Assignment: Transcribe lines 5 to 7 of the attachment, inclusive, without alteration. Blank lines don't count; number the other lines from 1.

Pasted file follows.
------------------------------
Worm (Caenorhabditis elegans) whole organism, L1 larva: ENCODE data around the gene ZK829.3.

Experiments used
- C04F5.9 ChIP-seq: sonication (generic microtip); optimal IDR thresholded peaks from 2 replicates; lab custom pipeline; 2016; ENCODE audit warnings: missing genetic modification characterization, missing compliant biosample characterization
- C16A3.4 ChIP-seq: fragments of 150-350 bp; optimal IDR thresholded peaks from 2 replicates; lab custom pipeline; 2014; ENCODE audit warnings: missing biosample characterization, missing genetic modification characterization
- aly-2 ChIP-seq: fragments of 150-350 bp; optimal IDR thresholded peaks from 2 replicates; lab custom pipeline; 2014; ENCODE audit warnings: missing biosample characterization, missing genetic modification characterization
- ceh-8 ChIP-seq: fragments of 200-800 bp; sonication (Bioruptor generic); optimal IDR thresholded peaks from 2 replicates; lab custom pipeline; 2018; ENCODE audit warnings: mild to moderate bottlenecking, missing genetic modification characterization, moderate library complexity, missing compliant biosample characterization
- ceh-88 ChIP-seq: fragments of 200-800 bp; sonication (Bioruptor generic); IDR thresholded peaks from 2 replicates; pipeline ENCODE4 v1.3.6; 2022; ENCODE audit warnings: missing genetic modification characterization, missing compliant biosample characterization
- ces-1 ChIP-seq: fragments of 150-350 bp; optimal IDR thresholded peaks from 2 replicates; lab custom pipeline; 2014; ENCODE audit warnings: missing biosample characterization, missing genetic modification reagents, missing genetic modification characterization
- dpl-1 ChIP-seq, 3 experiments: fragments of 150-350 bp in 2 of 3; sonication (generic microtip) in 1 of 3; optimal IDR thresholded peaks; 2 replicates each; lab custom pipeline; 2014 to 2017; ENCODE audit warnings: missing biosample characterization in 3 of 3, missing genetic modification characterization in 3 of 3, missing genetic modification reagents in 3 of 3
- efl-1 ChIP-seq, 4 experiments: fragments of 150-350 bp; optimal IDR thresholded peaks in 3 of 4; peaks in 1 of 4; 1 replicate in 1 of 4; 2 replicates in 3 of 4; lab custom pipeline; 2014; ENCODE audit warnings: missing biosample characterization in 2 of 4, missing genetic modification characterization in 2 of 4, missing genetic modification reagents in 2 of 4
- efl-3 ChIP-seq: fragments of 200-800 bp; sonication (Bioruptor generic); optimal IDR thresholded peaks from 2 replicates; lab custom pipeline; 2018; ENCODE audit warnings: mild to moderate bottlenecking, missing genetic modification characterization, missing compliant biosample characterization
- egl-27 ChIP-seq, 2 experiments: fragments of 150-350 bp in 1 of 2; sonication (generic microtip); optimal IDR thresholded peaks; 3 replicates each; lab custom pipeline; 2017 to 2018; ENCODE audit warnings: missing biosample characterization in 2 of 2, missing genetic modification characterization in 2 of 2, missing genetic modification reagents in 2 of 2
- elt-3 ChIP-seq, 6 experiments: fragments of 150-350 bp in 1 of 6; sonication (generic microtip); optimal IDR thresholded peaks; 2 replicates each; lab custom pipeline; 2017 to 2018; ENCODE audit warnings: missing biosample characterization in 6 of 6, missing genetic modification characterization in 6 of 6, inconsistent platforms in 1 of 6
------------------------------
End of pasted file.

- aly-2 ChIP-seq: fragments of 150-350 bp; optimal IDR thresholded peaks from 2 replicates; lab custom pipeline; 2014; ENCODE audit warnings: missing biosample characterization, missing genetic modification characterization
- ceh-8 ChIP-seq: fragments of 200-800 bp; sonication (Bioruptor generic); optimal IDR thresholded peaks from 2 replicates; lab custom pipeline; 2018; ENCODE audit warnings: mild to moderate bottlenecking, missing genetic modification characterization, moderate library complexity, missing compliant biosample characterization
- ceh-88 ChIP-seq: fragments of 200-800 bp; sonication (Bioruptor generic); IDR thresholded peaks from 2 replicates; pipeline ENCODE4 v1.3.6; 2022; ENCODE audit warnings: missing genetic modification characterization, missing compliant biosample characterization